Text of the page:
Wednesday, November 5, 2014

Review: Riddles in Mathematics: A Book of Paradoxes by Eugene P Northrop

Two fathers and two sons leave town. This reduces the population of the town by three. True? Yes, if the trio consists of a father, son, and grandson. This entertaining collection consists of more than 200 such riddles, drawn from every branch of mathematics. Math enthusiasts of all ages will enjoy sharpening their wits with riddles rooted in areas from arithmetic to calculus, covering a wide range of subjects that includes geometry, trigonometry, algebra, concepts of the infinite, probability, and logic. But only an elementary knowledge of mathematics is needed to find amusement in this imaginative collection, which features complete solutions and more than 100 black-and-white illustrations.
"Mr. Northrop writes well and simply. Every so often he will illuminate his discussion with an amusing example. While reading a discussion of topology, the reviewer learned how to remove his vest from beneath his jacket. It works every time." — The New York Times
I love a good riddle, so I figured this book would be right up my alley.

In Riddles in Mathematics: A Book of Paradoxes, readers get to read work through different mathematical riddles and paradoxes. Some of the paradoxes include detailed solutions and diagrams.

I started this book expecting a sort of brain teaser/puzzle book with solutions after each problem, much like those crossword and puzzle magazines you see in magazine stands. This book, however, is closer to a mathematics textbook.

There are discussions and some of the paradoxes are used as examples to illustrate the point the author is trying to make. Some of the paradoxes, on the other hand, serve as centerpieces to the whole discussion.

There are more than a few concepts, diagrams and formulas here that I haven't seen since I left college. It wasn't exactly what I expected, and since I'm the type of student who learns better by doing or by making notes on the page, it was harder for me to follow along with the book. Around a third of the way through the book, it really felt like I was back in college and reading a textbook.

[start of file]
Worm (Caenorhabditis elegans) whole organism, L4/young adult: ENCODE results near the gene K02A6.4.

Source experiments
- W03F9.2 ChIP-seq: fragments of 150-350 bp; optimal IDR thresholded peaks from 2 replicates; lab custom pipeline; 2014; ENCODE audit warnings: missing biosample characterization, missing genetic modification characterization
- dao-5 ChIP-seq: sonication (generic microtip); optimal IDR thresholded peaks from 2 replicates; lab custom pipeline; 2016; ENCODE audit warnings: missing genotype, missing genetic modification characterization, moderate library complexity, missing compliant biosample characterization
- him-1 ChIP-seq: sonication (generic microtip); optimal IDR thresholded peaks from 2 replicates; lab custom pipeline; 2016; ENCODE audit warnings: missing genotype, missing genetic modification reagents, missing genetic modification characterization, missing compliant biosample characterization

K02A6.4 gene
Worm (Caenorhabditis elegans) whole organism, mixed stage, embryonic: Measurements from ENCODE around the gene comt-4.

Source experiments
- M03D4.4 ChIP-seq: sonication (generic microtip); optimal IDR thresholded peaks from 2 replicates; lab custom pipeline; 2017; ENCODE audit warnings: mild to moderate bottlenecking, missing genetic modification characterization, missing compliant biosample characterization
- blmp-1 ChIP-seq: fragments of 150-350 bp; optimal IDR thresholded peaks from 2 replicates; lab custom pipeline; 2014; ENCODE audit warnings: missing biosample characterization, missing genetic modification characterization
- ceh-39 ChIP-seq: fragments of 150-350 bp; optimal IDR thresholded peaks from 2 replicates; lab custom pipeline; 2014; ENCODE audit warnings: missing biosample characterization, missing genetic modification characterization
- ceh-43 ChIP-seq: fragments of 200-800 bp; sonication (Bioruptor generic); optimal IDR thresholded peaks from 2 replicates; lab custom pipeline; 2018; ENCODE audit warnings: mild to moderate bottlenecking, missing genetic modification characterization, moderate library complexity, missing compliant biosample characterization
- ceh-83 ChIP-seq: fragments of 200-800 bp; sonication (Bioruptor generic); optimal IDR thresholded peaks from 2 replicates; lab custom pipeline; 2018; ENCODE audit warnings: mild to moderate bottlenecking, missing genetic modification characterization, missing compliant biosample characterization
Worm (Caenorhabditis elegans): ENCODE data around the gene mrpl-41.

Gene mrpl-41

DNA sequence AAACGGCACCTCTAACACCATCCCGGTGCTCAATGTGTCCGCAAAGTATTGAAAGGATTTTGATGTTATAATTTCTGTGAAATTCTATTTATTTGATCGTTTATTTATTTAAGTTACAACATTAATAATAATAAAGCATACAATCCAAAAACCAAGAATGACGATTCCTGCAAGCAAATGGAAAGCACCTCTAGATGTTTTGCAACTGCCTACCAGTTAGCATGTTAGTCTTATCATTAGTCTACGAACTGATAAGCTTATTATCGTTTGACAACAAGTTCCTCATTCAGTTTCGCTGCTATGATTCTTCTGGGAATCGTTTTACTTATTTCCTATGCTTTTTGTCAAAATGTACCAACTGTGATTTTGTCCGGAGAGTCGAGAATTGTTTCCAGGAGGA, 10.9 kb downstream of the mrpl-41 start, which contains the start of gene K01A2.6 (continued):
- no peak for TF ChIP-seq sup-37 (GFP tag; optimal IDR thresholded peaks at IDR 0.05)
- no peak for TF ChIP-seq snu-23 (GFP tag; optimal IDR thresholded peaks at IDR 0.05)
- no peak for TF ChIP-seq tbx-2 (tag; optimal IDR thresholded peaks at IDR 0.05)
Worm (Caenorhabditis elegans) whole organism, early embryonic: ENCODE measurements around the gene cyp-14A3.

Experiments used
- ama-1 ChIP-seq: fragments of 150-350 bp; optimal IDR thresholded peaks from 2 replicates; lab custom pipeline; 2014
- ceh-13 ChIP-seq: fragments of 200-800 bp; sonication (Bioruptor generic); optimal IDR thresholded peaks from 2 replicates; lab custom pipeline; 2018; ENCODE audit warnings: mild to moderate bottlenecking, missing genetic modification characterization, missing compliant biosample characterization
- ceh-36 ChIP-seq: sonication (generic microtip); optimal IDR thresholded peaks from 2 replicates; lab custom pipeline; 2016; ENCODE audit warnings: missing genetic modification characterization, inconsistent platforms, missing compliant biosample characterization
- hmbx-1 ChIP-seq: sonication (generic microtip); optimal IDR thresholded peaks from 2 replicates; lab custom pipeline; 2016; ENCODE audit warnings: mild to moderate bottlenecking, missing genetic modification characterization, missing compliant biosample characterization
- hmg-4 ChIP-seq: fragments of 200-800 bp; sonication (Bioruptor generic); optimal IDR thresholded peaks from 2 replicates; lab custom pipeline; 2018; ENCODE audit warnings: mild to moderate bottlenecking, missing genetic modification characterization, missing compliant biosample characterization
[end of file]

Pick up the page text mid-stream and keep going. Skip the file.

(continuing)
That's not to say that this book isn't interesting or doesn't have its own merits. There are a lot of interesting paradoxes here that really get you thinking, even if some of them are too obvious to need explanations or are so popular that chances are you've probably heard of them or some variation thereof. I also liked the mind-reading tricks. These are the tricks wherein a person asks you to choose a number and then asks you to do some mathematical calculations and from the answer, he or she will try to guess the original number.

Thanks to NetGalley and Dover Publications for the e-ARC.


  1. There are plenty of puzzles that will make you think.
  2. Some of the solutions are very detailed.
  3. It covers a number of mathematical disciplines. 


  1. You may quickly lose interest if you only have a passing interest in mathematics. 


  1. You like riddles that really make you think.
  2. You like math.
  3. You teach math. 




Note: This post contains Amazon and Book Depository affiliate links.

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